Lying about 500 million light-years away in the constellation of Sculptor, the cartwheel shape of this galaxy is the result of a galactic collision. A smaller galaxy has passed right through a large disc galaxy and produced shock waves that swept up gas and dust — much like the ripples produced when a stone is dropped into a lake — and sparked regions of intense star formation (appearing blue). The outermost ring of the galaxy, which is 1.5 times the size of our Milky Way, marks the shock wave’s leading edge. This object is one of the most dramatic examples of the small class of ring galaxies. Image: ESA/Hubble & NASA
James Webb Space Telescope (JWST) image
The Cartwheel Galaxy was one of the first deep sky objects captured by the James Webb Space Telescope (JWST), along with the Carina Nebula, Stephan’s Quintet, the galaxy cluster SMACS 0723, the spectrum of the exoplanet WASP-96b, and the Southern Ring Nebula. The image of the Cartwheel was released on August 2, 2022.
The James Webb telescope provided new insights into how the galaxy has changed over the course of billions of years, revealing new details about its central black hole and star-forming activity. The image of the Cartwheel was taken with the Near-Infrared Camera (NIRCam) and the Mid-Infrared Instrument (MIRI). It captured a backdrop of many distant galaxies that appear in the same field of view.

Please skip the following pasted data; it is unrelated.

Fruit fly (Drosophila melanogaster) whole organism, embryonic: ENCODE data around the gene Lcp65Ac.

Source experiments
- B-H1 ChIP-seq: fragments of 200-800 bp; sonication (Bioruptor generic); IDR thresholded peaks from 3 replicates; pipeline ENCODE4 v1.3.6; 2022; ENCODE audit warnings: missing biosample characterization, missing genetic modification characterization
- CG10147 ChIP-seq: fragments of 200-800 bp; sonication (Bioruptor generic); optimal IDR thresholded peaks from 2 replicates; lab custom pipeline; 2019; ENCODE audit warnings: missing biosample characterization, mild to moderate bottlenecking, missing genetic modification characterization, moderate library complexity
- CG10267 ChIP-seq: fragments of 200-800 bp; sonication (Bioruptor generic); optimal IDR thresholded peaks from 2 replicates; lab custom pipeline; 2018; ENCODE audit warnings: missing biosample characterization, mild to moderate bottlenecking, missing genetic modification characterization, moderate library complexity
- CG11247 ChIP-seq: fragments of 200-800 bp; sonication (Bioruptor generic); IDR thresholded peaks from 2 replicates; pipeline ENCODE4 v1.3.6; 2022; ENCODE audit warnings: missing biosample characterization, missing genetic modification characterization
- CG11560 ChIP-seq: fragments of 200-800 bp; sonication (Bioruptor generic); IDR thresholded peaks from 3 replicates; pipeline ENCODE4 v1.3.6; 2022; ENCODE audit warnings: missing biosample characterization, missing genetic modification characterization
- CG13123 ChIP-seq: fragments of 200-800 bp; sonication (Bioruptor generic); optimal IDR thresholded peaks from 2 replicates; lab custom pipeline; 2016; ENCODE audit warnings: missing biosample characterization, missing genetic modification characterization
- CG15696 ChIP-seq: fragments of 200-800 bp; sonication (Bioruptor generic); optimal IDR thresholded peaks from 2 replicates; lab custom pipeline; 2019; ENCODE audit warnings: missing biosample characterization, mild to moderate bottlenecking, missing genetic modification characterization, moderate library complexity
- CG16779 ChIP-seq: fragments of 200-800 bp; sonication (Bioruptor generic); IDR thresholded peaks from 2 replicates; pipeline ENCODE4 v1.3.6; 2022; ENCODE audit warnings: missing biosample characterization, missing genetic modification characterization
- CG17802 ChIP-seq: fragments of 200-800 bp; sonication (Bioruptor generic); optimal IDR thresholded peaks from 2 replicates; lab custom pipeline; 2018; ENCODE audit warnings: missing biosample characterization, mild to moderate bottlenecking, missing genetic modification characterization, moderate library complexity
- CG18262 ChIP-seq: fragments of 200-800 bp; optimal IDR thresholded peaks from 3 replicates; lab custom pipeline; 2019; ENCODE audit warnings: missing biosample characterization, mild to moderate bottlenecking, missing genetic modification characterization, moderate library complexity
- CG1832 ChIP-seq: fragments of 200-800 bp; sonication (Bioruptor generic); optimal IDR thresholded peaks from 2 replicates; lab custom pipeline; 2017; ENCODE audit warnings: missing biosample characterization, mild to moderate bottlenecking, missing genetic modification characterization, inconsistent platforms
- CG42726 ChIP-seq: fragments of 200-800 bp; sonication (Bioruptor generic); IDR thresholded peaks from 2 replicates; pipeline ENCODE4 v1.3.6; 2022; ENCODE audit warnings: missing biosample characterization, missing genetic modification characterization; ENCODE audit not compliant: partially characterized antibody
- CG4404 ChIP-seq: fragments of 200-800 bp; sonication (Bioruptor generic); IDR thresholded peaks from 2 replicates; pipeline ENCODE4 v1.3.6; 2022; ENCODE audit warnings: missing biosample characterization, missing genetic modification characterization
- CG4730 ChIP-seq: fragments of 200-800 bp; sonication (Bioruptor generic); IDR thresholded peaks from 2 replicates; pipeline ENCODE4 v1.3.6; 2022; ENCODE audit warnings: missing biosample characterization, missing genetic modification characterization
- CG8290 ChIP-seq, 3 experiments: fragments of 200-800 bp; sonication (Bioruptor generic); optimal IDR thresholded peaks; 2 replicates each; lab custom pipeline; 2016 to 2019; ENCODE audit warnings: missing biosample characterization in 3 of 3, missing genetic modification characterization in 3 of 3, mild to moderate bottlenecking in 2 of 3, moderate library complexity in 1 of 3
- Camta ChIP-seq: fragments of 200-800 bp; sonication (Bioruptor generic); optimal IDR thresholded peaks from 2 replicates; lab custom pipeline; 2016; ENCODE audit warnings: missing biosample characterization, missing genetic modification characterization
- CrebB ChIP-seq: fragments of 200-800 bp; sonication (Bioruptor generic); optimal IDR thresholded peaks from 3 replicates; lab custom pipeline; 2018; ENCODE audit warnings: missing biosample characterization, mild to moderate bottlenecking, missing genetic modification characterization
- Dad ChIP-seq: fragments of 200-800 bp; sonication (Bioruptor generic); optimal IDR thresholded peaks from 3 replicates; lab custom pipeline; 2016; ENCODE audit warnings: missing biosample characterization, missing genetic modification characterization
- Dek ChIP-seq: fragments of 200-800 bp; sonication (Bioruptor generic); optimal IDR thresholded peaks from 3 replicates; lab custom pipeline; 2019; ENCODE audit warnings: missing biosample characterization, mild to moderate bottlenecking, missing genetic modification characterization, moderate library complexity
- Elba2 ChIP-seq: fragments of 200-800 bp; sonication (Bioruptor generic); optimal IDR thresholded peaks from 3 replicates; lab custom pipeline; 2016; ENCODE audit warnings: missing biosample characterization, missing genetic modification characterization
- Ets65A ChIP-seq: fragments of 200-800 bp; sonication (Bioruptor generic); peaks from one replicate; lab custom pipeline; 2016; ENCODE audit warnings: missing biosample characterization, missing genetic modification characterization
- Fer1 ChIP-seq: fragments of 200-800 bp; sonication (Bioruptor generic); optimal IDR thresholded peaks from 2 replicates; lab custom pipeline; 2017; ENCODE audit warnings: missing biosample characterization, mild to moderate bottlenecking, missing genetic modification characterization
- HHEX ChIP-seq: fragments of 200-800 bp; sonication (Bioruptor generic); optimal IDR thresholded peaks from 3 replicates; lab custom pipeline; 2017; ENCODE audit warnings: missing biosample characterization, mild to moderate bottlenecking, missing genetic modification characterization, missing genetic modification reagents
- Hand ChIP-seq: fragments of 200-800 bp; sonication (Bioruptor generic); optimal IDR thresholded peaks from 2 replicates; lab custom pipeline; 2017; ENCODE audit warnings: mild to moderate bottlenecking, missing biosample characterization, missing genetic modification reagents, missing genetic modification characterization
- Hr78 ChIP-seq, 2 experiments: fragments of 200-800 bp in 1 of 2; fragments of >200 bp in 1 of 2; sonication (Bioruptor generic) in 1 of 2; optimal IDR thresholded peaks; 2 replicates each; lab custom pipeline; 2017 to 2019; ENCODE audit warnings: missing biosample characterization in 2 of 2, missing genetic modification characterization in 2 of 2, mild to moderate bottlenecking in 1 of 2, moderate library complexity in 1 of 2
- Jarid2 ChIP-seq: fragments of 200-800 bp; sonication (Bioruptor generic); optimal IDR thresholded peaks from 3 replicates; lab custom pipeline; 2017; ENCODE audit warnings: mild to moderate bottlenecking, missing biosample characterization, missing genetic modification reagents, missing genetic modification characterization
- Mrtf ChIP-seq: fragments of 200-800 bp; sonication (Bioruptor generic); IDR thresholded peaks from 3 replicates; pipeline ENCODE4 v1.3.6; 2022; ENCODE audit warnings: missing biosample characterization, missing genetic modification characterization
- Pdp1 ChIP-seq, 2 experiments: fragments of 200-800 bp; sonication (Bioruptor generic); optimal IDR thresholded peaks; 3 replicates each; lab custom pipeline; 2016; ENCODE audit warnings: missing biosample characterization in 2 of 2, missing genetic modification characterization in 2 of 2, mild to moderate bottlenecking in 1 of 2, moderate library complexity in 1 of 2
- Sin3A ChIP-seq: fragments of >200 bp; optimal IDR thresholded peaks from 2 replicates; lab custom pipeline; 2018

Webb’s observations revealed new details about both the galaxy’s nucleus and the outer ring. The images confirmed that the current structure of the galaxy is in a transitory stage. However, what it will transform into is still a mystery. The galaxy has retained the features of a spiral despite the collision, including large rotating spiral arms.
The Cartwheel Galaxy is shown here in the near-infrared, captured by the James Webb Space Telescope’s NIRCam instrument. The telescope has also captured a mid-infrared image as well as a composite of the two images. Credit: NASA, ESA, CSA, STScI
The core of the Cartwheel contains large amounts of hot dust. The James Webb telescope is able to see through the dust and detect infrared light, allowing researchers to examine the galaxy in unprecedented detail.
The brightest regions in the galaxy’s centre host massive clusters of young stars. The outer ring contains starburst regions and supernova remnants. It has been expanding for about 440 million years. As it collides with the surrounding gas and dust, it triggers new star formation.
The NIRCam imager has revealed many more newborn stars in the outer ring. Many of these stars are still shrouded in their parent clouds and obscured by dust when observed in visible light. However, they are not hidden from Webb’s near-infrared vision.